Kicking off with the sharp and excellently observed Emperor of Cool, Barker delivers this bitter break-up song with a swagger and stunning vocal performance that set the tone for the record. Ghost Girl, the title track, originally appeared on the Poozies' Into The Well, and here she radically reinvents it, whilst the haunting Theme to Ghost Girl reprises and rounds off the album in style. I’m Not Whole, written by Barker’s son Dillon Harold Thomas, proves that talent runs in the family, mixing evocative images of a lost love and coastal landscapes. Jazzy Hand of Fate is inspired by Barker’s time on The Voice, with silky smooth backing vocals and a funky riff —Ian Crabtree’s acoustic slide guitar is a delight. Barker is also joined by Dillon on guitars, as well as regular collaborator Ian Crabtree, and P J Wright, who provides distinctive guitar work on the energetic and entertaining Mr Bang. The mix of light and shade on the record shows Barker’s vocal skills off superbly. This is a really enjoyable album to be listened to again and again.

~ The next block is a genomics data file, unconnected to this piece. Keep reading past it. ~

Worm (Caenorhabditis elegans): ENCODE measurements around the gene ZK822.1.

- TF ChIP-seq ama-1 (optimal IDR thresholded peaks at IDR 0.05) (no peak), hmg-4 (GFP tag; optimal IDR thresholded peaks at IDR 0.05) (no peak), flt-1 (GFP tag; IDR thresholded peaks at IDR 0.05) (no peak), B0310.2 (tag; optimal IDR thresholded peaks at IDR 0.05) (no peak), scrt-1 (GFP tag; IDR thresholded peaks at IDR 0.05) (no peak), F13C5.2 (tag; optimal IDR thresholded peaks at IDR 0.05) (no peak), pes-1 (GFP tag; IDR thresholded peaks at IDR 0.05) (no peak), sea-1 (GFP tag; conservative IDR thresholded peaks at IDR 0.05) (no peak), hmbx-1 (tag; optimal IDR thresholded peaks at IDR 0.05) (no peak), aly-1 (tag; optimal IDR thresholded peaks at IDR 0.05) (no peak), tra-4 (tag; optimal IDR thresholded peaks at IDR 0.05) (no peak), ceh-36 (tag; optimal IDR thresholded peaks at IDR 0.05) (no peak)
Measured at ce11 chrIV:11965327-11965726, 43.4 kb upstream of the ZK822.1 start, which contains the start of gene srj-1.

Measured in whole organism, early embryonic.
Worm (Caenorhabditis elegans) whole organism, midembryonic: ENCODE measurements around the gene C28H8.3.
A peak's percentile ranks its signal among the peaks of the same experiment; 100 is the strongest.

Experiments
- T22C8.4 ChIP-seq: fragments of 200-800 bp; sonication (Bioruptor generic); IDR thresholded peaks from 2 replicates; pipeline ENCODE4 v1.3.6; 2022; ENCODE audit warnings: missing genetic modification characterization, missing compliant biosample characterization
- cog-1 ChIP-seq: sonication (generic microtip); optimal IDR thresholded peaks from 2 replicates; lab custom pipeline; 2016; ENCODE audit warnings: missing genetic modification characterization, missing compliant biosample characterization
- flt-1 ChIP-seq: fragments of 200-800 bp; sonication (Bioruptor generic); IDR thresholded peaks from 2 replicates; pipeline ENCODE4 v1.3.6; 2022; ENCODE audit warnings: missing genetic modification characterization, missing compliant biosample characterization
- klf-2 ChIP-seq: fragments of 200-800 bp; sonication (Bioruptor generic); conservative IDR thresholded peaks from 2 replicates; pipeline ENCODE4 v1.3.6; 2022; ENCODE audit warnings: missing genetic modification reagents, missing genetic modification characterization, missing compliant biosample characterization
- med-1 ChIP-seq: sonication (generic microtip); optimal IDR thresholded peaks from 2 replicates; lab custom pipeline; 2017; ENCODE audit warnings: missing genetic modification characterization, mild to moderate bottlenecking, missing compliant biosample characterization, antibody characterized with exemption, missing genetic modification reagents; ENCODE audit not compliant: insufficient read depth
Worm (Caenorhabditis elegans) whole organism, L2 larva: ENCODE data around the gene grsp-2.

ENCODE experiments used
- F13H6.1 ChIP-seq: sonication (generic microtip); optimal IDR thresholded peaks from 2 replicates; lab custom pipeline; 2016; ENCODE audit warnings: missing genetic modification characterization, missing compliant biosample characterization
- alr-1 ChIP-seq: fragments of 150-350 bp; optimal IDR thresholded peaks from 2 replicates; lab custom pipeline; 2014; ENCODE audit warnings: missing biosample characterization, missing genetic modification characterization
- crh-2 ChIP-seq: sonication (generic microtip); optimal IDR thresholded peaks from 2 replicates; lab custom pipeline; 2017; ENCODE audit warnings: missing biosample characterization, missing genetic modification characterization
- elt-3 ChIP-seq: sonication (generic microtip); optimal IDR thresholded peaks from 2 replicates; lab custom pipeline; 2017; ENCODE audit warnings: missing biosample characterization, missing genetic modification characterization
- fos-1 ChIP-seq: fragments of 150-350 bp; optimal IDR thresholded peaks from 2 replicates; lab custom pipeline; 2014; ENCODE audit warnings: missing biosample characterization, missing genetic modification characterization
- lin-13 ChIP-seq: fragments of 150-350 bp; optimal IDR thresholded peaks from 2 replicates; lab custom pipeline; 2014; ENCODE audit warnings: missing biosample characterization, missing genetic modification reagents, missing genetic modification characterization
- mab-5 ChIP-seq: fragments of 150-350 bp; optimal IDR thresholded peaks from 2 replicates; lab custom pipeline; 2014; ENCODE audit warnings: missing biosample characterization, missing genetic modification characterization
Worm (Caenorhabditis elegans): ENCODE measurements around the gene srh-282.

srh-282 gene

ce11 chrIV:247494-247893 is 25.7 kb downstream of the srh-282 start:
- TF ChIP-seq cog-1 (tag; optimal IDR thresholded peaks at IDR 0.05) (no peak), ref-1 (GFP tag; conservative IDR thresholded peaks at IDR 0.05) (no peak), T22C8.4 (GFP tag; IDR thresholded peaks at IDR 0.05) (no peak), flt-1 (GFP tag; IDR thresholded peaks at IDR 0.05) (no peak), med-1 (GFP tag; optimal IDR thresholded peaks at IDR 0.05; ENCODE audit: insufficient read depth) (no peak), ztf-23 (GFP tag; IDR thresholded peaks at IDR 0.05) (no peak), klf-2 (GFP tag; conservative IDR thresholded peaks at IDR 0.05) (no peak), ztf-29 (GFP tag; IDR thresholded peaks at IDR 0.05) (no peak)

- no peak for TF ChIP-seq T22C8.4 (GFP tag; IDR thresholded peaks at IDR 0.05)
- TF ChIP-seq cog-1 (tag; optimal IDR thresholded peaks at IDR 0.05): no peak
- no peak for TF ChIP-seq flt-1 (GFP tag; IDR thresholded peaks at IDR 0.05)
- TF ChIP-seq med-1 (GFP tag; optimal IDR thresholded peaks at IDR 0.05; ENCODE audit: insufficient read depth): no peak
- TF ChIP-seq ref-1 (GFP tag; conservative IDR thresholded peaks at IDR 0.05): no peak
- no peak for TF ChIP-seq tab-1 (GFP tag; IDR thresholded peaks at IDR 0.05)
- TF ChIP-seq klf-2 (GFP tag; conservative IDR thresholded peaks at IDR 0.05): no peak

Nicki Leighton-Thomas The New Enzyme Detergent Demise www.nickileightonthomas.com
This amazing record combines the phenomenal vocal talents of jazz singer Nicki Leighton-Thomas and the songs of the late, great Dory Previn. The lyrics are razor sharp, with a keen eye for detail and a mood of intelligent, wry cynicism, while Leighton-Thomas’s wonderful voice and the superb backing band of John Reynolds (drums), Vladimir Srkalj (guitar, bass), and Simon Wallace (on keys, piano and Hammond) are ideally suited to them. Leighton-Thomas brings the right amount of sass to Starlet, Starlet on the Screen and the caustic Michael, Michael, making this record a contemporary classic. These songs about love, loss, and sexuality are so well-written that they haven’t aged at all. This record unites two extraordinary women. In a word, brilliant.
Sam Brothers Farewell To My Old Days White Mane Records